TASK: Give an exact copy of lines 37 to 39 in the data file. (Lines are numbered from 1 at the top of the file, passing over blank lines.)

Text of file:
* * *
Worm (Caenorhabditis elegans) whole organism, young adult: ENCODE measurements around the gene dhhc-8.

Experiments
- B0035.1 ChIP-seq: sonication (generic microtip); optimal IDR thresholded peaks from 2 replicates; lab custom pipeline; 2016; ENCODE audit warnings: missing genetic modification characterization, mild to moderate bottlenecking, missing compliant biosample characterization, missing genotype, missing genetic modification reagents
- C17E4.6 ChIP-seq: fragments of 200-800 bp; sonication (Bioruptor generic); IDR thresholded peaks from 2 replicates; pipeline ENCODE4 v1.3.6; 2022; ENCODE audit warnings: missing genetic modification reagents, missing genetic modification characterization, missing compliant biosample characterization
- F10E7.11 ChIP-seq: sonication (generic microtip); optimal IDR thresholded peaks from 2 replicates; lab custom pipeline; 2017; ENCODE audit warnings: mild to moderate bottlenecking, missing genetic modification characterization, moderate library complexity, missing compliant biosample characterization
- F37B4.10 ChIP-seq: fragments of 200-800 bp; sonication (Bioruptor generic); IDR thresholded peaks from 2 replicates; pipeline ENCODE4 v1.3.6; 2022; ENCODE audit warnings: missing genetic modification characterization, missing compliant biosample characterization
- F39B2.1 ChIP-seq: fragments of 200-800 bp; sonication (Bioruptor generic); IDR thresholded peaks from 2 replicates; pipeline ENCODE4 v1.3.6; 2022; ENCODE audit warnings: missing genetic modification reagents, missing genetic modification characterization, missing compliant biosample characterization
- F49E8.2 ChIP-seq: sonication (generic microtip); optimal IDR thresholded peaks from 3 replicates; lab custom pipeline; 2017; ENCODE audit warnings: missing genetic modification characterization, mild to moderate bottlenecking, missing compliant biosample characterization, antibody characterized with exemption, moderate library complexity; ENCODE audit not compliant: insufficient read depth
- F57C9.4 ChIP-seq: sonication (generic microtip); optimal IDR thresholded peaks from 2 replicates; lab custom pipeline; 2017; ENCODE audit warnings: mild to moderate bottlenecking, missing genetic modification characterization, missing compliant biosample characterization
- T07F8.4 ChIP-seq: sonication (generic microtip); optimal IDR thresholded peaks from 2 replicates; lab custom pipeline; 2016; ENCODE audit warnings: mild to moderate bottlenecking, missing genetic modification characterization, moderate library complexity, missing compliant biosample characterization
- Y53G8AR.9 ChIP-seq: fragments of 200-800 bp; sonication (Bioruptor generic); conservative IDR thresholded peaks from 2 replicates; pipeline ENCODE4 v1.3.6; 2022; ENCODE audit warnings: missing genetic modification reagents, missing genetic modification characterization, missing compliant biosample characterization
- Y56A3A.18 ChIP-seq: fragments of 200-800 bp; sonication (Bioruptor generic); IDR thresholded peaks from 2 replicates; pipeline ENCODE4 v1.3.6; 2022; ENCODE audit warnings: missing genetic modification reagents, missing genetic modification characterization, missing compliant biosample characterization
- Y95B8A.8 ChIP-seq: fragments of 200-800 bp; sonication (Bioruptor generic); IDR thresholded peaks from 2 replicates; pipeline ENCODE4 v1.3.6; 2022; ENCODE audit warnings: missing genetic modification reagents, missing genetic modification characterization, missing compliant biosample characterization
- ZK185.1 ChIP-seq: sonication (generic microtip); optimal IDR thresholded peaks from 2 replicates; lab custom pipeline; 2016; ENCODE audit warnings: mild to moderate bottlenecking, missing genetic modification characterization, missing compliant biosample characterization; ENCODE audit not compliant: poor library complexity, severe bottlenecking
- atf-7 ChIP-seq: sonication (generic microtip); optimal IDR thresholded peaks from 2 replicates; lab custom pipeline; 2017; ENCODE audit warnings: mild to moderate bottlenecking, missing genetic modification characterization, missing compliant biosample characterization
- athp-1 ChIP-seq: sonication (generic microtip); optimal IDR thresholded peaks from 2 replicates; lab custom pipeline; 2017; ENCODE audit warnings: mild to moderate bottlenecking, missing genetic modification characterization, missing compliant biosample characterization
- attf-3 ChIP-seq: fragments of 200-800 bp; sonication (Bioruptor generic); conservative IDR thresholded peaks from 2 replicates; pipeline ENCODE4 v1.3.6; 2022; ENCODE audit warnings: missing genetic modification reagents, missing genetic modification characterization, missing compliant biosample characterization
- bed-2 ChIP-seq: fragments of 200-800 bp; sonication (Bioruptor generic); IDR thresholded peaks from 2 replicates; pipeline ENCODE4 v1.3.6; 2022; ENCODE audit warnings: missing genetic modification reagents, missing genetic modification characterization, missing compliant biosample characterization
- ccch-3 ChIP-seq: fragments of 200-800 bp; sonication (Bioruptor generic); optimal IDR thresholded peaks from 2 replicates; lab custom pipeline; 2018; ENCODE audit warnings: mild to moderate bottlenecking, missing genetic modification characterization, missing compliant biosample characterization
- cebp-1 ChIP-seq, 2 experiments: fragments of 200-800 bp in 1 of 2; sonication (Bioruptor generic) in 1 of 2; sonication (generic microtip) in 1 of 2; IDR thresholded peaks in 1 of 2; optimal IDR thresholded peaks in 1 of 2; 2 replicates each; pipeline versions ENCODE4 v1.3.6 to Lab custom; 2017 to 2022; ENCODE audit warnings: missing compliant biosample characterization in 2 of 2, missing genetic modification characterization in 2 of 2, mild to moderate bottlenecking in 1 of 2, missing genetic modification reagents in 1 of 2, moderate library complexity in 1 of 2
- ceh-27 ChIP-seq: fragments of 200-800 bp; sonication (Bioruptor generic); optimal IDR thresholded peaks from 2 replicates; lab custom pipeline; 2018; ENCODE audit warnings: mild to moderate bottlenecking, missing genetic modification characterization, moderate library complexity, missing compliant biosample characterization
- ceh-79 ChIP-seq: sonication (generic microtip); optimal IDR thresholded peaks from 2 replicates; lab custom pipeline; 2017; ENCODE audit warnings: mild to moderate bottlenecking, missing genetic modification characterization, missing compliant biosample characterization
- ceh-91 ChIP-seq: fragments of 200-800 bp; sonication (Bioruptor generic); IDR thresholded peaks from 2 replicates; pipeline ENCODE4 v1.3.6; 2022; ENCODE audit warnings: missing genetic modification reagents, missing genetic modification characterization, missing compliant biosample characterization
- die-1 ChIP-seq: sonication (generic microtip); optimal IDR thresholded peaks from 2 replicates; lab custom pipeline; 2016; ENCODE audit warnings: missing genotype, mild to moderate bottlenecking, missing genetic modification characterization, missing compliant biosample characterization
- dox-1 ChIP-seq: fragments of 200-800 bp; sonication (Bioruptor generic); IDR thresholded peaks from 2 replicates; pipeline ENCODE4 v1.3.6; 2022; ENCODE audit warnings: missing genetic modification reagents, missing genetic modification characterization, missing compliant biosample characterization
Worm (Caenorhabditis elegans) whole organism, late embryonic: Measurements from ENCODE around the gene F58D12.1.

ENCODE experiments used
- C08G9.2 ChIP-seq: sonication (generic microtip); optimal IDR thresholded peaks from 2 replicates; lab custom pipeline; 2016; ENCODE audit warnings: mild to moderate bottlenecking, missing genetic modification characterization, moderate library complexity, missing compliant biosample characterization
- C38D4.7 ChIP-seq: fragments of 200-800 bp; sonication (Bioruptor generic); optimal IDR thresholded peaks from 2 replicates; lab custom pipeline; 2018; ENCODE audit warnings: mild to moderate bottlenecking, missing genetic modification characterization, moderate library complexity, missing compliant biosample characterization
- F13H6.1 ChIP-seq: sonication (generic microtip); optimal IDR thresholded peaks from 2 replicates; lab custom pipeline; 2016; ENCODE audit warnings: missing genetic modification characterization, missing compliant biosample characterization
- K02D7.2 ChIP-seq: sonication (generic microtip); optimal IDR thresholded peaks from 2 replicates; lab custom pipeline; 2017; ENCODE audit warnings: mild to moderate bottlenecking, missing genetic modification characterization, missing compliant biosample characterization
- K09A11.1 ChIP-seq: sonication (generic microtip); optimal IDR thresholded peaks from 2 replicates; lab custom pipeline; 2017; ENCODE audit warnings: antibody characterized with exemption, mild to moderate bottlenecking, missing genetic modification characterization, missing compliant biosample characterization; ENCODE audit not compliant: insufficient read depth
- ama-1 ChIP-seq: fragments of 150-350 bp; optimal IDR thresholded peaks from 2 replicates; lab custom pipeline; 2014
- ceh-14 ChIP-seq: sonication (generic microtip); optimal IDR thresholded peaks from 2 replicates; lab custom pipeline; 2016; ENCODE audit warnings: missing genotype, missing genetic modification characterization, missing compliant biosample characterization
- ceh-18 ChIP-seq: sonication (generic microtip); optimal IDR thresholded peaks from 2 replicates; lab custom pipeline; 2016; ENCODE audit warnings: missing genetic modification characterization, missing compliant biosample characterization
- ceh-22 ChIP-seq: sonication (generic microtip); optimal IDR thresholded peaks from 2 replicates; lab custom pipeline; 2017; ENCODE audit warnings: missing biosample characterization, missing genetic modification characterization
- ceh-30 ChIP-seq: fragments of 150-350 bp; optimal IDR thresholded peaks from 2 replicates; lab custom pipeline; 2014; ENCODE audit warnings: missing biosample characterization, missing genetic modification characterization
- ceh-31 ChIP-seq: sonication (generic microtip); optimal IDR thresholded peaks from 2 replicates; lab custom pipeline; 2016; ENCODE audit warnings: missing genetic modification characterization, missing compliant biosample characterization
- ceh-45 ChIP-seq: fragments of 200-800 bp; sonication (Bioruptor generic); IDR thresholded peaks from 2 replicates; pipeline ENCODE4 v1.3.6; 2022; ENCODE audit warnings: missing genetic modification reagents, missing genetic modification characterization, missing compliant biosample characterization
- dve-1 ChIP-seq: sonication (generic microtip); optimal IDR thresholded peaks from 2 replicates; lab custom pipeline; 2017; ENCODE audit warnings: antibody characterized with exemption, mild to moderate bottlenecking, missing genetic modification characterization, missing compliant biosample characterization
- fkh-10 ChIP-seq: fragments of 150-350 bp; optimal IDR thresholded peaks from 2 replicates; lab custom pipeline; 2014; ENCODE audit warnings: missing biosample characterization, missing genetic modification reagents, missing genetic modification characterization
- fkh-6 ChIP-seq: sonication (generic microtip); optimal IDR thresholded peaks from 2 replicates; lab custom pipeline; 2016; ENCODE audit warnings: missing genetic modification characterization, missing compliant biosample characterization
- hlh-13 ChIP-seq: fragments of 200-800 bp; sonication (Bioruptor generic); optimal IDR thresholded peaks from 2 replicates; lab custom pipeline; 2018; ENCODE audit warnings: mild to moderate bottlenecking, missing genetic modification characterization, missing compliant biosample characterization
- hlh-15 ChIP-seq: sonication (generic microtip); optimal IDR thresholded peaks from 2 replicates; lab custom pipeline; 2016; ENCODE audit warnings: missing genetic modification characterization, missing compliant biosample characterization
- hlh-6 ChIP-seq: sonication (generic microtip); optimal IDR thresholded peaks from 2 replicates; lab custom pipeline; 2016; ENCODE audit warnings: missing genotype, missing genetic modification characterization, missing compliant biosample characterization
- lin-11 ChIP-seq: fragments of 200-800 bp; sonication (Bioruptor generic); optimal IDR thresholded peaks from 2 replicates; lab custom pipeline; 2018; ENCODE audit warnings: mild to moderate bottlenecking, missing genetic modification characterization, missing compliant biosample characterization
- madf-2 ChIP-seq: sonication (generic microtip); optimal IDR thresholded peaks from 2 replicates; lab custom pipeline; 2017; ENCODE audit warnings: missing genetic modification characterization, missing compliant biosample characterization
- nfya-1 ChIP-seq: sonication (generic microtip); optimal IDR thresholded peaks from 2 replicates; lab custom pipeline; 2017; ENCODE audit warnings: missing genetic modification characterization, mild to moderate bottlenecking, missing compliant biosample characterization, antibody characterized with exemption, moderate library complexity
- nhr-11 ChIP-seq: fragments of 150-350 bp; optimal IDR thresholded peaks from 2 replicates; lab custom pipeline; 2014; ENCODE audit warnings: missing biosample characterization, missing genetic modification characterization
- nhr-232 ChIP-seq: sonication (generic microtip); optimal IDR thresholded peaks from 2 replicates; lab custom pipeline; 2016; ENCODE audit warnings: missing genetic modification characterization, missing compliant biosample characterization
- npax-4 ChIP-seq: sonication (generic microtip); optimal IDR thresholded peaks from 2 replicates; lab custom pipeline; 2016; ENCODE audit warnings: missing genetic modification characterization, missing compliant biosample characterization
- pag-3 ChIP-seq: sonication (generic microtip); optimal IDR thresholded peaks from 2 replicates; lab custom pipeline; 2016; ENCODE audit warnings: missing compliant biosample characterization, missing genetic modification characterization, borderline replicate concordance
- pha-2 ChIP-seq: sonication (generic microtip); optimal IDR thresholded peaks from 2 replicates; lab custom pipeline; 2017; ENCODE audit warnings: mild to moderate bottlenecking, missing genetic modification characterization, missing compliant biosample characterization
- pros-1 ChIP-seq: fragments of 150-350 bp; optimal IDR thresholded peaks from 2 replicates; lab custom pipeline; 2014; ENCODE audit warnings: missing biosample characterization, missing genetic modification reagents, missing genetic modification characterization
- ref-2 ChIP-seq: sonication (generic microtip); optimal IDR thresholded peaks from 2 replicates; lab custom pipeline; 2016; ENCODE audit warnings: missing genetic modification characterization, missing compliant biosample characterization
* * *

- ceh-30 ChIP-seq: fragments of 150-350 bp; optimal IDR thresholded peaks from 2 replicates; lab custom pipeline; 2014; ENCODE audit warnings: missing biosample characterization, missing genetic modification characterization
- ceh-31 ChIP-seq: sonication (generic microtip); optimal IDR thresholded peaks from 2 replicates; lab custom pipeline; 2016; ENCODE audit warnings: missing genetic modification characterization, missing compliant biosample characterization
- ceh-45 ChIP-seq: fragments of 200-800 bp; sonication (Bioruptor generic); IDR thresholded peaks from 2 replicates; pipeline ENCODE4 v1.3.6; 2022; ENCODE audit warnings: missing genetic modification reagents, missing genetic modification characterization, missing compliant biosample characterization